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NewsFour in ten North West children live in relative poverty, new data...

Four in ten North West children live in relative poverty, new data shows

New research reveals that 37 per cent of all children in the North West are living in relative poverty, after the cost of housing is considered.

The data was carried out by Loughborough University for the End Child Poverty Coalition, to provide new information on child poverty across North West England.

Of the 73 constituencies in this region, almost all have a child poverty rate of 25 per cent or more.

The group says that child poverty should be a key general election issue for families across the region.

The five new general election constituencies with the highest levels of child poverty in the North West are:

  1. Oldham West, Chadderton and Royton (53.5%)
  2. Manchester Rusholme (53%)
  3. Blackburn (52%)
  4. Oldham East and Saddleworth (51.6%)
  5. Manchester Central (51.3%)

These are followed by Blackley and Middleton South, Bolton North East, Bolton South and Walkden, Rochdale and Hyndburn.

This demonstrates that the overall child poverty figure for the region hides much higher child poverty figures for some areas.

Graham Whitham, CEO at Greater Manchester Poverty Action said: “The new data really illustrates the appalling levels of poverty we are seeing in the North West.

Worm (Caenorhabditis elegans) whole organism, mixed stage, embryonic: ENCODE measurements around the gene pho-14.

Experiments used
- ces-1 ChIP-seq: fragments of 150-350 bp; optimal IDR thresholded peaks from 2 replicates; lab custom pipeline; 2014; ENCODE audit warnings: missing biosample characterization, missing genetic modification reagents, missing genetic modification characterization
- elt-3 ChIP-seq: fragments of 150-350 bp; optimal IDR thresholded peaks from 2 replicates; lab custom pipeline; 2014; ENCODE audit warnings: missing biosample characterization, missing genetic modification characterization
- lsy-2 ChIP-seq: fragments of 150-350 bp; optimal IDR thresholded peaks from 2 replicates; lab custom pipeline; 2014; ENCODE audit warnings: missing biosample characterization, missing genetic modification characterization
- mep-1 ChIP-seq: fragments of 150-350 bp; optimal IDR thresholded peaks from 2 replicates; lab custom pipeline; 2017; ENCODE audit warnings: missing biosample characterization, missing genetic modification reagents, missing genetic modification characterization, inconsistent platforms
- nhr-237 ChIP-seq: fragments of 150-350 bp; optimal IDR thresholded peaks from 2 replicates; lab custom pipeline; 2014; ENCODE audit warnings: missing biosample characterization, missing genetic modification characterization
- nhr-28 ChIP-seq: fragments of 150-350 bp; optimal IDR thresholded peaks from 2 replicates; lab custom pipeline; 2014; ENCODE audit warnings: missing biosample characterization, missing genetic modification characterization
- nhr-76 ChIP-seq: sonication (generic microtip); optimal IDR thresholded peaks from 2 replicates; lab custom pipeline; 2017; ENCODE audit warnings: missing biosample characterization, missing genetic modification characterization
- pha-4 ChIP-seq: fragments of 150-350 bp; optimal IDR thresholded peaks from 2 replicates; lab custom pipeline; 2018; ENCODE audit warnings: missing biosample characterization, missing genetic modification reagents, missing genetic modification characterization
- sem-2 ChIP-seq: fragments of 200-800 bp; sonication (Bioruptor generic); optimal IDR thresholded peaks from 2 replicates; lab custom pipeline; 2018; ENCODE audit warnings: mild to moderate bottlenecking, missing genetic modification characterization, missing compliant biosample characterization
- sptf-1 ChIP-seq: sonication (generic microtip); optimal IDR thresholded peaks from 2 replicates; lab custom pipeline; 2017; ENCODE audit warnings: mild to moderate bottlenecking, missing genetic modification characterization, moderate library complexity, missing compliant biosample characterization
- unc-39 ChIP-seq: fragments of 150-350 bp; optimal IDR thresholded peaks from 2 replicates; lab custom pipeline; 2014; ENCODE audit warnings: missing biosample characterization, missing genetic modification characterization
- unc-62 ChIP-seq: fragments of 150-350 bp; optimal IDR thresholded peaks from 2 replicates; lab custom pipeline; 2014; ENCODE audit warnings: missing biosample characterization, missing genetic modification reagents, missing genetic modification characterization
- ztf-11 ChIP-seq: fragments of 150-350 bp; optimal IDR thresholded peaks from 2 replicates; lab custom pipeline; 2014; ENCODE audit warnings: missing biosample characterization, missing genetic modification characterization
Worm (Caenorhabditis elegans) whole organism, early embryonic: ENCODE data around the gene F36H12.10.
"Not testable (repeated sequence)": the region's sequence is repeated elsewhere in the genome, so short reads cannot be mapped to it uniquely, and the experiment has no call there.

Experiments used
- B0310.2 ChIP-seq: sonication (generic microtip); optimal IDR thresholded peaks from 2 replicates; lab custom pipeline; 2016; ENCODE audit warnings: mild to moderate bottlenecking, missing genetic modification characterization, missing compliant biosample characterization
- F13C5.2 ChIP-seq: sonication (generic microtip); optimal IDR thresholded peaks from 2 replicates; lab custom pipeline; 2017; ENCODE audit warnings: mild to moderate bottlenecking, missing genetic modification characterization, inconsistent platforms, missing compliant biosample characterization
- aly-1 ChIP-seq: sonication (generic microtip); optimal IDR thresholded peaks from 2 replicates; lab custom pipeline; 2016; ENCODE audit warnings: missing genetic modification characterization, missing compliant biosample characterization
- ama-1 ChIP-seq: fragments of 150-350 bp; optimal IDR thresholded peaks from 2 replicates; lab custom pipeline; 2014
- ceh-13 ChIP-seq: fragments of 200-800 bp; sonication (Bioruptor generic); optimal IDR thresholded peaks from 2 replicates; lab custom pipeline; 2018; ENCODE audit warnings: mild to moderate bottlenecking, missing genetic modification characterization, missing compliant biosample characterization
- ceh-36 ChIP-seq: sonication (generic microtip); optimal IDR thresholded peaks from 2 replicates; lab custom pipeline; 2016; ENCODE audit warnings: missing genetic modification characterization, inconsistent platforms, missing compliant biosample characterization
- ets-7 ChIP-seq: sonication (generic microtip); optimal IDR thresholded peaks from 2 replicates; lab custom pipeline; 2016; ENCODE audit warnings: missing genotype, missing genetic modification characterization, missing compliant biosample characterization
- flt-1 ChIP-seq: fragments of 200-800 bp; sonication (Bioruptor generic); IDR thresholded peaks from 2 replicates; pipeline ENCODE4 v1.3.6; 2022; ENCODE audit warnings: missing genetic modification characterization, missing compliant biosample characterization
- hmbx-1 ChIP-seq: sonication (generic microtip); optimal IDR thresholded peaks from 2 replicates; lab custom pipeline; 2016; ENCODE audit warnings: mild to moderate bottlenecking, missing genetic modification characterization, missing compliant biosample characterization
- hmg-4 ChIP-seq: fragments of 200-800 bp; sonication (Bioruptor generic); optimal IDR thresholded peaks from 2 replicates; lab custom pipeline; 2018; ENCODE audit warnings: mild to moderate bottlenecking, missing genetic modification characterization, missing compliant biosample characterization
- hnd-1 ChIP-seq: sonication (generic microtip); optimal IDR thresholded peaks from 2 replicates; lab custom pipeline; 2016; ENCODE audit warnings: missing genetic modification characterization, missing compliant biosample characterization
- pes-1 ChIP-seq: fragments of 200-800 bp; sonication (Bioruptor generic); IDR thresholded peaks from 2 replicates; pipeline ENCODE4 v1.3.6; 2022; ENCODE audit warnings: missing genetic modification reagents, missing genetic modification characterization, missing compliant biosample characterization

“Nearly four in ten children are now living in poverty across the region – with this figure rising to one in two in the worst-hit constituencies. For many this means being excluded from activities like school trips and days out, not having clothes that fit them, going to school hungry, and in some cases sharing a bed or sleeping on the floor.

“No child should go without the things they need to be healthy and happy. We urgently need to see a commitment to develop a national mission to end poverty, backed by a
clear anti-poverty strategy with real policy change.

“Whichever party forms the next government must commit to ending the cruel two-child limit policy – which forces parents into unimaginable choices, denies families the support they need from our social security system, and limits the potential of thousands of children and young people across our country.”

A single mum from Stretford supported by Greater Manchester Poverty Action has been struggling with the cost-of-living for the past few years. Her money problems began after the birth of her daughter, who is now eight years old and showing signs of autism.

She said: “You have to sacrifice a lot. You always have to say, ‘oh, I’ll have to get that next month’. Because by the time I’ve paid all my bills, I’ve literally got nothing left. It makes me feel rubbish. I don’t have a nice place to live to call home, I don’t like anyone coming round because I feel embarrassed.”

Helen Greaney
Helen Greaney
I'm a journalist with more than 18 years' experience on local, regional and national newspapers, as well as PR and digital marketing. Crime and the courts is my specialist area but I'm also keen to hear your stories concerning Manchester and the greater North West region.
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